With a Clueless Government, We are Headed for an Economic Catastrophe!!!
It makes sad reading to hear government officials trying to justify the free falling Zambian Kwacha. Government has argued that Zambia is not isolated from the global economy and, therefore, an economic turbulence somewhere is bound to inevitably impact Zambia negatively. They further argue that Zambia is not the only country experiencing a depreciating currency. It is heartbreaking to hear such deception coming from government officials. To me, these arguments are so empty and do not hold any water. Zambia’s economy is so fragile and the government has done very little if not nothing to strengthen it. Therefore, I cannot accept such lame excuses.
If a country can adversely be affected by external economies, it’s an indication of a weak economic framework and something has to be done to remedy the situation. A prudent government should, under no circumstance, attempt to justify an ailing economy when it has done very little to strengthen it.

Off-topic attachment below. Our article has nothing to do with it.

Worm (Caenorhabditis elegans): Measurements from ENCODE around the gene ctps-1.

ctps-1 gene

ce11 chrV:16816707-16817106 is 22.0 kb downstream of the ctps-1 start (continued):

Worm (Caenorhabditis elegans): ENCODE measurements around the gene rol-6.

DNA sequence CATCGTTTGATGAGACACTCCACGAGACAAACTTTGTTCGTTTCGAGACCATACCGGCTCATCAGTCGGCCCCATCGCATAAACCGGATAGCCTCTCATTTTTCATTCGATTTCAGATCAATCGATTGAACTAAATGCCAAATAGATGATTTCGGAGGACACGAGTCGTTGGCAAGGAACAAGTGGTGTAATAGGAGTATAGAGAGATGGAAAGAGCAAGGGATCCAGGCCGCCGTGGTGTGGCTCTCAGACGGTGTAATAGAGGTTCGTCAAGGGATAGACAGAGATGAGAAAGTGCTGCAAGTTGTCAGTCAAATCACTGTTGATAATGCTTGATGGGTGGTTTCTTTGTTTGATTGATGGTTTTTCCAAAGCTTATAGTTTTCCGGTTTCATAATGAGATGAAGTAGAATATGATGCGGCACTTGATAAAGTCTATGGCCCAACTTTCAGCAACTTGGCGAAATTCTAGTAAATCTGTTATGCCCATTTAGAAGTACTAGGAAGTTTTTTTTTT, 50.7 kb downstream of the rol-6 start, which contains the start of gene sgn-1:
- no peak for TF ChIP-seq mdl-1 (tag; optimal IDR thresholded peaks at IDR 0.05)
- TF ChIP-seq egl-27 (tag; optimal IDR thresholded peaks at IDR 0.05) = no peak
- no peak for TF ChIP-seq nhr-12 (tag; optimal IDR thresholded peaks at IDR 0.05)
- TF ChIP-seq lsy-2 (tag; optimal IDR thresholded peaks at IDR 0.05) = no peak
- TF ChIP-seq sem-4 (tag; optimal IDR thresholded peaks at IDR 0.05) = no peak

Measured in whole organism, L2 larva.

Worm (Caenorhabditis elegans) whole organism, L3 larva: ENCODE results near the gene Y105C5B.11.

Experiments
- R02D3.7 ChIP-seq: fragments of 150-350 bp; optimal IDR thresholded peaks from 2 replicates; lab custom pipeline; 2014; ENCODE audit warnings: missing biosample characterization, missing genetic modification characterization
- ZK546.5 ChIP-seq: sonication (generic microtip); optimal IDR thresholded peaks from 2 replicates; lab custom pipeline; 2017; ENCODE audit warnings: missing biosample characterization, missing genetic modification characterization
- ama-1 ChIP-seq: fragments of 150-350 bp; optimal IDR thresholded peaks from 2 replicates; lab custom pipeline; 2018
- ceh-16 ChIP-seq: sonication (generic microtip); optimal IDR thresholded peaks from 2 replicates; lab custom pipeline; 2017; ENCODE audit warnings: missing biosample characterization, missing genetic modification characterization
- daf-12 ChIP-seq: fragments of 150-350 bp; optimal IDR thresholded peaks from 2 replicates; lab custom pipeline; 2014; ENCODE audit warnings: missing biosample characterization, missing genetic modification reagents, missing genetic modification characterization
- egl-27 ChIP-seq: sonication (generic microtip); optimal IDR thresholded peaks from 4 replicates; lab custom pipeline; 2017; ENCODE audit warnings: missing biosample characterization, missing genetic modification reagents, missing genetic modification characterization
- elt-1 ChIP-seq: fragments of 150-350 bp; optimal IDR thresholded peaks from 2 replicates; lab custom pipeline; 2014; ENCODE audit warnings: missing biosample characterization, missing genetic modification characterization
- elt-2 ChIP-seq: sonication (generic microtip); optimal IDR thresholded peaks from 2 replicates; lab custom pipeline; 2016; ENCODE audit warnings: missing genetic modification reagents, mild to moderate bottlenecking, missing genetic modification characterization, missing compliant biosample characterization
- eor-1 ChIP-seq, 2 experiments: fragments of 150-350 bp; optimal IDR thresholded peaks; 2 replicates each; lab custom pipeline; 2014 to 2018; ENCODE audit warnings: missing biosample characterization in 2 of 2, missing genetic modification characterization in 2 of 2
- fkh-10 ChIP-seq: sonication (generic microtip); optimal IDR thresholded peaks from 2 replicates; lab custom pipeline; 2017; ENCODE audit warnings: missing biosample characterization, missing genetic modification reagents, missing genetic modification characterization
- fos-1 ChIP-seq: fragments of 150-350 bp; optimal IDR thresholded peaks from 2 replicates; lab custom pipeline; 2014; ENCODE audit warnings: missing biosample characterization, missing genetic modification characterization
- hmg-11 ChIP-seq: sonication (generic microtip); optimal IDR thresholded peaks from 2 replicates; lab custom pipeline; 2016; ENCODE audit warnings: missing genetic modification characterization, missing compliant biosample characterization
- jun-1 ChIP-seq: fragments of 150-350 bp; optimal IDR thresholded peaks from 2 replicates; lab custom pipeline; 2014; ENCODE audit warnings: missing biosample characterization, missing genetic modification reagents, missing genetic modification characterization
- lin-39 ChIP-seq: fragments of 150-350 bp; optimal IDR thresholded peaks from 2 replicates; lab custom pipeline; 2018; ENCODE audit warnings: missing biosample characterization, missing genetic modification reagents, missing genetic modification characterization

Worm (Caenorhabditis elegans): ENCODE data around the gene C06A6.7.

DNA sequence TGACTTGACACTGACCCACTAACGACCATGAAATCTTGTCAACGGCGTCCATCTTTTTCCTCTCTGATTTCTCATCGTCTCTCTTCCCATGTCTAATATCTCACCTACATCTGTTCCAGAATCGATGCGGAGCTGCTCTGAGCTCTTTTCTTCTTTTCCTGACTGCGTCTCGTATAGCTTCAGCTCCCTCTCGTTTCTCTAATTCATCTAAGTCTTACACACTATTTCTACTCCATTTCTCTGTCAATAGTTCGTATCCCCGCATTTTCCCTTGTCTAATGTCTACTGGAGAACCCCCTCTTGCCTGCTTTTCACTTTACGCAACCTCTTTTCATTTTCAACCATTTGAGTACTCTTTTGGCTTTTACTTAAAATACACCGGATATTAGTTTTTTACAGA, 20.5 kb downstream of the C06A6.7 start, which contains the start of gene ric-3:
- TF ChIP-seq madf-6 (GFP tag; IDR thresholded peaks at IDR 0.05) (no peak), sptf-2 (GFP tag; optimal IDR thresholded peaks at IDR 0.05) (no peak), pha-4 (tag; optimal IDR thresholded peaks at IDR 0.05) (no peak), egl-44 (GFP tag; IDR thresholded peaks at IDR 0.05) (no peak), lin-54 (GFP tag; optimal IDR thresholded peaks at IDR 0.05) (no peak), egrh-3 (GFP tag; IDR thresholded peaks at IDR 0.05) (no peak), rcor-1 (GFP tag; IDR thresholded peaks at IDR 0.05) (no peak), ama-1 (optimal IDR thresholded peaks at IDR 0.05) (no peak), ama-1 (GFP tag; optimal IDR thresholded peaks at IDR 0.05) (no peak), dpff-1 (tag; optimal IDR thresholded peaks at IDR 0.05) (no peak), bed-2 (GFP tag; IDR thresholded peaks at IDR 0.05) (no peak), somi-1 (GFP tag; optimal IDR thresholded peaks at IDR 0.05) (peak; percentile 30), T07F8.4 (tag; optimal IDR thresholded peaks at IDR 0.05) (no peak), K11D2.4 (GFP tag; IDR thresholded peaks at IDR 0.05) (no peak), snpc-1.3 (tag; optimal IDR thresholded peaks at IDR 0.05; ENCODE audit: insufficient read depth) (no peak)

It is common knowledge that Zambia has been an exporter of raw materials including copper for over half a century. Government has to accept that it has lamentably failed in its responsibility of ensuring value addition industries are established. The raw copper that we export is processed into finished products which are later sold to Zambia at an astronomical price. Can someone tell me how an economy is supposed to survive with such dependence on raw material export? It is indeed strange and ironical that Zambia has to import items like copper wires and copper bullets despite being amongst the largest producers of copper in Africa and the entire globe.
Disturbingly, instead of investing their energy and time into meaningful ways of resuscitating our crippled economy, Alexander Chikwanda and his team at Ministry of Finance are busy searching for the next Eurobond. Posterity will judge us harshly for the debt we are accumulating. Indeed, posterity will judge us harshly for the gigantic holes mineral extraction has left behind with little or nothing to show for it.
Peter Mubanga Cheuka